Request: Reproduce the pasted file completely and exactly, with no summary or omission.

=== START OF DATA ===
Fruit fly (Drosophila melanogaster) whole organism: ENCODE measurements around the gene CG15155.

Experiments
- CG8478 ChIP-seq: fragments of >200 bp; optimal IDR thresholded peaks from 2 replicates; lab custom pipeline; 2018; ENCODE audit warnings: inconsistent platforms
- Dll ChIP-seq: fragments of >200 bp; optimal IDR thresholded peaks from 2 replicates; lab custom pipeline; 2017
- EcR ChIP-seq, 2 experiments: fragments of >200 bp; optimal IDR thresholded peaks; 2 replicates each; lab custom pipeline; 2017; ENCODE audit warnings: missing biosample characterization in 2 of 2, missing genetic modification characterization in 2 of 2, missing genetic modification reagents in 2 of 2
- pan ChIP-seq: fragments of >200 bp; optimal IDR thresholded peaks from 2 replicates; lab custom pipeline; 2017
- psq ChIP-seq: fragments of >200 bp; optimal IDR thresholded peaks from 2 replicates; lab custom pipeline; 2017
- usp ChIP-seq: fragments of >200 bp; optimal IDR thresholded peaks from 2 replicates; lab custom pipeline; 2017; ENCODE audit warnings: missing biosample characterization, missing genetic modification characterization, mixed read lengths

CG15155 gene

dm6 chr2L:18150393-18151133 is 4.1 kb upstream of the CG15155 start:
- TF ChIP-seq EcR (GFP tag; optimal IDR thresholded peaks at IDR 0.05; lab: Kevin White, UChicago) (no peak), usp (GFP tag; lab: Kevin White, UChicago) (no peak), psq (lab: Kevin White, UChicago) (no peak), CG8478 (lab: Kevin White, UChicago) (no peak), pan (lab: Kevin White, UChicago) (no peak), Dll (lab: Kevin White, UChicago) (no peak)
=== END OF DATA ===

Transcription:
Fruit fly (Drosophila melanogaster) whole organism: ENCODE measurements around the gene CG15155.

Experiments
- CG8478 ChIP-seq: fragments of >200 bp; optimal IDR thresholded peaks from 2 replicates; lab custom pipeline; 2018; ENCODE audit warnings: inconsistent platforms
- Dll ChIP-seq: fragments of >200 bp; optimal IDR thresholded peaks from 2 replicates; lab custom pipeline; 2017
- EcR ChIP-seq, 2 experiments: fragments of >200 bp; optimal IDR thresholded peaks; 2 replicates each; lab custom pipeline; 2017; ENCODE audit warnings: missing biosample characterization in 2 of 2, missing genetic modification characterization in 2 of 2, missing genetic modification reagents in 2 of 2
- pan ChIP-seq: fragments of >200 bp; optimal IDR thresholded peaks from 2 replicates; lab custom pipeline; 2017
- psq ChIP-seq: fragments of >200 bp; optimal IDR thresholded peaks from 2 replicates; lab custom pipeline; 2017
- usp ChIP-seq: fragments of >200 bp; optimal IDR thresholded peaks from 2 replicates; lab custom pipeline; 2017; ENCODE audit warnings: missing biosample characterization, missing genetic modification characterization, mixed read lengths

CG15155 gene

dm6 chr2L:18150393-18151133 is 4.1 kb upstream of the CG15155 start:
- TF ChIP-seq EcR (GFP tag; optimal IDR thresholded peaks at IDR 0.05; lab: Kevin White, UChicago) (no peak), usp (GFP tag; lab: Kevin White, UChicago) (no peak), psq (lab: Kevin White, UChicago) (no peak), CG8478 (lab: Kevin White, UChicago) (no peak), pan (lab: Kevin White, UChicago) (no peak), Dll (lab: Kevin White, UChicago) (no peak)